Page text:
Take a piece of clay. Warm it in your hands and knead it until it becomes pliable. Give it a new shape – perhaps a small bowl which could symbolize receptivity to God and to God’s forgiving love, or something else that has meaning to you. Let it serve as a reminder of your openness to God’s reshaping this Lenten season.

READ: Psalm 51:10-12
Create in me a clean heart, O God, and put a new and right spirit within me.
Do not cast me away from your presence, and do not take your holy spirit from me.
Restore to me the joy of your salvation, and sustain in me a willing spirit.
Just as we often spend spring cleaning our houses to rid them of cobwebs and make them ready to receive gifts, so in Lent we take time to examine our lives in preparation for our encounter with the risen Christ at Easter. Are there closets where you store past resentments? Is there a sink full of dishes with the residue of negative behaviors? What would it look like to clean these up and out?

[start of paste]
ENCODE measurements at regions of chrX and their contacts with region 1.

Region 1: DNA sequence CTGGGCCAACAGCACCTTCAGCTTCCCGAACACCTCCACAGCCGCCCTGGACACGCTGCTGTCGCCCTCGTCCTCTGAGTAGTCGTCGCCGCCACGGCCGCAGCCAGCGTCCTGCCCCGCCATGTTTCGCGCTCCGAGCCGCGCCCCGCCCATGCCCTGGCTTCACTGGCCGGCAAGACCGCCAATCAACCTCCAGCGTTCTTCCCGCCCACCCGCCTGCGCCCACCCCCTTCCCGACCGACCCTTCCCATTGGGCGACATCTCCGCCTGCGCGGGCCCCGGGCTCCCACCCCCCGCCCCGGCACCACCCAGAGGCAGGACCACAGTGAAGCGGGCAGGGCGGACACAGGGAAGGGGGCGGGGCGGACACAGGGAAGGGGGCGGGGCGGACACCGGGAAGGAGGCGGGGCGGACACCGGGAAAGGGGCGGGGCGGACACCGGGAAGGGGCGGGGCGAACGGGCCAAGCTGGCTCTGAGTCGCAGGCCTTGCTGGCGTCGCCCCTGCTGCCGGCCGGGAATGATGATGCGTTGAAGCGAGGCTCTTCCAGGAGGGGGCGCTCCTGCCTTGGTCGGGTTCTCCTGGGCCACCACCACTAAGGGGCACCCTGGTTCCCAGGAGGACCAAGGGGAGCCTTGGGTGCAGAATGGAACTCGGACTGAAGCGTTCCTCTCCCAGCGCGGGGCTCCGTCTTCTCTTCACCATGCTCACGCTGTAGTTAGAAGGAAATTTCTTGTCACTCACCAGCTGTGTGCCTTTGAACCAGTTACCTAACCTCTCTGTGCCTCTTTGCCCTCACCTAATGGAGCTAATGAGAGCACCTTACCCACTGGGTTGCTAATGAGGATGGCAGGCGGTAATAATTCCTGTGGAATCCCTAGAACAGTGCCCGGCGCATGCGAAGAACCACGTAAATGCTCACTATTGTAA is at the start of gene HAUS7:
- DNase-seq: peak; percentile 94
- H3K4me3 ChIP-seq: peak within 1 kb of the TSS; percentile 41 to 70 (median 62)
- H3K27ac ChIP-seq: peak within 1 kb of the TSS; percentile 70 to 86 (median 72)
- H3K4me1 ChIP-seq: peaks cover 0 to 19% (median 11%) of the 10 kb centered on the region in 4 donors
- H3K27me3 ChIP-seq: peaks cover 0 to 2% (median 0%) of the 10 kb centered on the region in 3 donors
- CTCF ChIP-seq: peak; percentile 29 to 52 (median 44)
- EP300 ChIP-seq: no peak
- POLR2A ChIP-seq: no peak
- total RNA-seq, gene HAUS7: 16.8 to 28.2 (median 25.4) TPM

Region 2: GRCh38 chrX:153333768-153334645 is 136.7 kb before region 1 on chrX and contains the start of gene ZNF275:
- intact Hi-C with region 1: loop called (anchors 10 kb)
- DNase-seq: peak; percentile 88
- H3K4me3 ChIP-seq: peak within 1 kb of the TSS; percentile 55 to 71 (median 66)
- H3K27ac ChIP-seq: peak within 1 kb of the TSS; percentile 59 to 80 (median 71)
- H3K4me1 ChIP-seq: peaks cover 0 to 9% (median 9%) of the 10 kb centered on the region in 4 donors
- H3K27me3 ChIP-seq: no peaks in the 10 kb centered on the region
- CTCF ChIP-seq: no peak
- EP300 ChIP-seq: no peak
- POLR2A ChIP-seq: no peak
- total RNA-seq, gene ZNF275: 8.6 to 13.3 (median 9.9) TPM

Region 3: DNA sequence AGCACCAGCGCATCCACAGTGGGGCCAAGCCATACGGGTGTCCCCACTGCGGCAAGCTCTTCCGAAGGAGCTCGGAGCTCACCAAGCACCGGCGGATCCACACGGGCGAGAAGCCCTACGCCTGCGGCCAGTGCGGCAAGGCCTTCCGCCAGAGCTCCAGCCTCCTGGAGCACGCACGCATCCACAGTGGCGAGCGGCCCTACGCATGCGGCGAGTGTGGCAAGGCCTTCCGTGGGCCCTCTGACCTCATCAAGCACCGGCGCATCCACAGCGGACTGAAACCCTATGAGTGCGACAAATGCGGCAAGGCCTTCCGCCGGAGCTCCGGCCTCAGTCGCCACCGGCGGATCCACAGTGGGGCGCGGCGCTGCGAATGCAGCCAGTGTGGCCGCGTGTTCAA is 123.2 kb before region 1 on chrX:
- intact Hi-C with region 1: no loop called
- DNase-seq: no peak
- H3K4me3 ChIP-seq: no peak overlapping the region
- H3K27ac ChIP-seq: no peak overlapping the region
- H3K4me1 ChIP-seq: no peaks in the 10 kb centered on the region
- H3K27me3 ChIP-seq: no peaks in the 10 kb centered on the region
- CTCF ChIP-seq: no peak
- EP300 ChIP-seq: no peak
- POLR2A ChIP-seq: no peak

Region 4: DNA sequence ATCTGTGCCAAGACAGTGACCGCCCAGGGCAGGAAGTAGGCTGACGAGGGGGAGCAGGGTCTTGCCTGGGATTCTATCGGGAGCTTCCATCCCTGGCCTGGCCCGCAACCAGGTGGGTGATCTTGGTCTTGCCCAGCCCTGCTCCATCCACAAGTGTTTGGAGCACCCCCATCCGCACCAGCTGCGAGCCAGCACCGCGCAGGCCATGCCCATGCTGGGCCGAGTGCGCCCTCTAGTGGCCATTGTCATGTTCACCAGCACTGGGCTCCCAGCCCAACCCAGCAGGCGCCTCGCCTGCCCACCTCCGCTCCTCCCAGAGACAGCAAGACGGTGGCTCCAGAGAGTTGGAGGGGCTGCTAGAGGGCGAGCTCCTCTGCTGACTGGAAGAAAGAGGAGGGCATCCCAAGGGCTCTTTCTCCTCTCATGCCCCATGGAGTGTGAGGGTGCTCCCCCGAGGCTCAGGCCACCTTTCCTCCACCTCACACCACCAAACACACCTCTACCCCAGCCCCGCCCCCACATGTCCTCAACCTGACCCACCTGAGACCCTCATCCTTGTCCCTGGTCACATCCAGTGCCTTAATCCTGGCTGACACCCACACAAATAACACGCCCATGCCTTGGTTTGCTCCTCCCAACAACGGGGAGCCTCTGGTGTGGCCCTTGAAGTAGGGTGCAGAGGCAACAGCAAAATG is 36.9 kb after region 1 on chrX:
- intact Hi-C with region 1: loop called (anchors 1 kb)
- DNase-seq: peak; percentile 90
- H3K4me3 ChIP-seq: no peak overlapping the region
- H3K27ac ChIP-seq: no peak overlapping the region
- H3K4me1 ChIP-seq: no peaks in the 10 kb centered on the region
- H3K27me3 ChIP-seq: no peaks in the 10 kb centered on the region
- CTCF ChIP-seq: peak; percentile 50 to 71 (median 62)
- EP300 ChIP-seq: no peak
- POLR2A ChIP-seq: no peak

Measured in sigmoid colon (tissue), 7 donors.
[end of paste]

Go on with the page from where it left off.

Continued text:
Dip your hands into the water in the bowl on the table before you. As you do so, reflect on what your life could be like, thoroughly immersed in God’s love. Take a clear stone with you as a reminder of God’s cleansing love.

READ: Lamentations 3:19-23
The thought of my affliction and my homelessness is wormwood and gall!
My soul continually thinks of it and is bowed down within me.
But this I call to mind, and therefore I have hope:
The steadfast love of the LORD never ceases; God’s mercies never come to an end.
They are new every morning--great is your faithfulness.